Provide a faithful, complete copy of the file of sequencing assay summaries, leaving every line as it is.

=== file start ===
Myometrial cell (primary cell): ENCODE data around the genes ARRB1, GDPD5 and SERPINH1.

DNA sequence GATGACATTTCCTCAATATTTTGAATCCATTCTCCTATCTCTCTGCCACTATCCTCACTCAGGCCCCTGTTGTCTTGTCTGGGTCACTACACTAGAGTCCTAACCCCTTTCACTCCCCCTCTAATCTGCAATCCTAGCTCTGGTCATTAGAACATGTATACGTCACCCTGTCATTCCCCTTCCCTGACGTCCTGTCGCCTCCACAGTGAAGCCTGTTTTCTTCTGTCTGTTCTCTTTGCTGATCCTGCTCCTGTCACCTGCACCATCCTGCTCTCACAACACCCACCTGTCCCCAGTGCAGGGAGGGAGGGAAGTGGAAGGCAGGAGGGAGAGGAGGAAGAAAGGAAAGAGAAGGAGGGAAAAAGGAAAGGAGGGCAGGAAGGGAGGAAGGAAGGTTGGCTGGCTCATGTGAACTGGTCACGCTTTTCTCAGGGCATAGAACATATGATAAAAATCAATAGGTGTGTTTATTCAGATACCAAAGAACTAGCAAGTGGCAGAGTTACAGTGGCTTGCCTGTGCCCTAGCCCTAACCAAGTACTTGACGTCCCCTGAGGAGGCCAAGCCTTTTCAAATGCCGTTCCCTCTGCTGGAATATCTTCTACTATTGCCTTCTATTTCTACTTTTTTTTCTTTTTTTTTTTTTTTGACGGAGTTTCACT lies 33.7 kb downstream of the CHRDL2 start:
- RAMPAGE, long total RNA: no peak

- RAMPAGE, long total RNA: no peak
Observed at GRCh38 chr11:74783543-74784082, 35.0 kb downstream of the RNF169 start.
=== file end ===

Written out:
Myometrial cell (primary cell): ENCODE data around the genes ARRB1, GDPD5 and SERPINH1.

DNA sequence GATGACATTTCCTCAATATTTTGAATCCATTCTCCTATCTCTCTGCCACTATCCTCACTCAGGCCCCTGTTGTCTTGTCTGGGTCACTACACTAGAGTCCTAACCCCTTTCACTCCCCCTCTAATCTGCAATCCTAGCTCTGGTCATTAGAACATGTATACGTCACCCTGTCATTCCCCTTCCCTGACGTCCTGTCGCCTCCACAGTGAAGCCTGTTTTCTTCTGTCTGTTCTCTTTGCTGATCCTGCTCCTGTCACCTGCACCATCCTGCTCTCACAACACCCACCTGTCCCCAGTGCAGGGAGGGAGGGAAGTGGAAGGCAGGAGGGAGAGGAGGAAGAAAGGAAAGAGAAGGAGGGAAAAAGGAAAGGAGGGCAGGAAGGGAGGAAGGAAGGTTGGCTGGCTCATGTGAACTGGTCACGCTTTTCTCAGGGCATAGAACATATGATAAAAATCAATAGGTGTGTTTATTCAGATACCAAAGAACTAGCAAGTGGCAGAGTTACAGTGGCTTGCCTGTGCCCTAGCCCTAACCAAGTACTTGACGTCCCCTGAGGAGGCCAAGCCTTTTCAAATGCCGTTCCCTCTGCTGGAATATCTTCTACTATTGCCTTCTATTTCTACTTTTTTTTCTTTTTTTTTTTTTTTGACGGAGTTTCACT lies 33.7 kb downstream of the CHRDL2 start:
- RAMPAGE, long total RNA: no peak

- RAMPAGE, long total RNA: no peak
Observed at GRCh38 chr11:74783543-74784082, 35.0 kb downstream of the RNF169 start.